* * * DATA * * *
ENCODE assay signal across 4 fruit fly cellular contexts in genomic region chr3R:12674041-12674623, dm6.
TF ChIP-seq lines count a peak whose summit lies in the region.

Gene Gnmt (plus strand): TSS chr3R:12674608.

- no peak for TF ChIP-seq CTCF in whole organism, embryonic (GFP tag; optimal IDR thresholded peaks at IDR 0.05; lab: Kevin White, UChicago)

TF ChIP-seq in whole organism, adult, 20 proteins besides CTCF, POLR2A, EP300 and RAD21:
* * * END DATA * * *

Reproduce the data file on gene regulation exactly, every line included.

ENCODE assay signal across 4 fruit fly cellular contexts in genomic region chr3R:12674041-12674623, dm6.
TF ChIP-seq lines count a peak whose summit lies in the region.

Gene Gnmt (plus strand): TSS chr3R:12674608.

- no peak for TF ChIP-seq CTCF in whole organism, embryonic (GFP tag; optimal IDR thresholded peaks at IDR 0.05; lab: Kevin White, UChicago)

TF ChIP-seq in whole organism, adult, 20 proteins besides CTCF, POLR2A, EP300 and RAD21: